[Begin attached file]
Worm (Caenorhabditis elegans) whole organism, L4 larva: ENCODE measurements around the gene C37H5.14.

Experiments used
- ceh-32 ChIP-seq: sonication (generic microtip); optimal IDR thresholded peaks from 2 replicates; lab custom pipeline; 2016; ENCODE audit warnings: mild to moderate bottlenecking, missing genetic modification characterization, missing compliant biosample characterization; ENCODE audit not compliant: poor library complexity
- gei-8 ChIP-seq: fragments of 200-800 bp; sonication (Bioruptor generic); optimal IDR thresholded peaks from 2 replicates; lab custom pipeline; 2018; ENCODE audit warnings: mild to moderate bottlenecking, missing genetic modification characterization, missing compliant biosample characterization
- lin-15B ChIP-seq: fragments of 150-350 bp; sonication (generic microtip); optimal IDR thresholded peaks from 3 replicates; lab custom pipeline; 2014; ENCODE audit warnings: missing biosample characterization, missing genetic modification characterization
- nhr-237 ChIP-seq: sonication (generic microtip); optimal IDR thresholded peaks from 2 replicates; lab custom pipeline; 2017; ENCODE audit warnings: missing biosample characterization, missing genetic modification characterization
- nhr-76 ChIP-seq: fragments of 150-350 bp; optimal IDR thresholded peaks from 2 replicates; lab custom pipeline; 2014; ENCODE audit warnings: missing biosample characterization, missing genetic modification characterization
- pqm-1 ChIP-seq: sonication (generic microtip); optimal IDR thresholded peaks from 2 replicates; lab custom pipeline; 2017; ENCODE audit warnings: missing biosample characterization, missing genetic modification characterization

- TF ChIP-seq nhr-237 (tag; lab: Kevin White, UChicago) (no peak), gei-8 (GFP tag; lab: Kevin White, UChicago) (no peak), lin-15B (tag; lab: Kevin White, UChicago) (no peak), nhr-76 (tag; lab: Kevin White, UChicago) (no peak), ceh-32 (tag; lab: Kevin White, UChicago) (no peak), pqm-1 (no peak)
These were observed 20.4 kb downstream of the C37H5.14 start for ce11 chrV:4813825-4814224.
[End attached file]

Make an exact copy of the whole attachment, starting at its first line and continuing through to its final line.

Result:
Worm (Caenorhabditis elegans) whole organism, L4 larva: ENCODE measurements around the gene C37H5.14.

Experiments used
- ceh-32 ChIP-seq: sonication (generic microtip); optimal IDR thresholded peaks from 2 replicates; lab custom pipeline; 2016; ENCODE audit warnings: mild to moderate bottlenecking, missing genetic modification characterization, missing compliant biosample characterization; ENCODE audit not compliant: poor library complexity
- gei-8 ChIP-seq: fragments of 200-800 bp; sonication (Bioruptor generic); optimal IDR thresholded peaks from 2 replicates; lab custom pipeline; 2018; ENCODE audit warnings: mild to moderate bottlenecking, missing genetic modification characterization, missing compliant biosample characterization
- lin-15B ChIP-seq: fragments of 150-350 bp; sonication (generic microtip); optimal IDR thresholded peaks from 3 replicates; lab custom pipeline; 2014; ENCODE audit warnings: missing biosample characterization, missing genetic modification characterization
- nhr-237 ChIP-seq: sonication (generic microtip); optimal IDR thresholded peaks from 2 replicates; lab custom pipeline; 2017; ENCODE audit warnings: missing biosample characterization, missing genetic modification characterization
- nhr-76 ChIP-seq: fragments of 150-350 bp; optimal IDR thresholded peaks from 2 replicates; lab custom pipeline; 2014; ENCODE audit warnings: missing biosample characterization, missing genetic modification characterization
- pqm-1 ChIP-seq: sonication (generic microtip); optimal IDR thresholded peaks from 2 replicates; lab custom pipeline; 2017; ENCODE audit warnings: missing biosample characterization, missing genetic modification characterization

- TF ChIP-seq nhr-237 (tag; lab: Kevin White, UChicago) (no peak), gei-8 (GFP tag; lab: Kevin White, UChicago) (no peak), lin-15B (tag; lab: Kevin White, UChicago) (no peak), nhr-76 (tag; lab: Kevin White, UChicago) (no peak), ceh-32 (tag; lab: Kevin White, UChicago) (no peak), pqm-1 (no peak)
These were observed 20.4 kb downstream of the C37H5.14 start for ce11 chrV:4813825-4814224.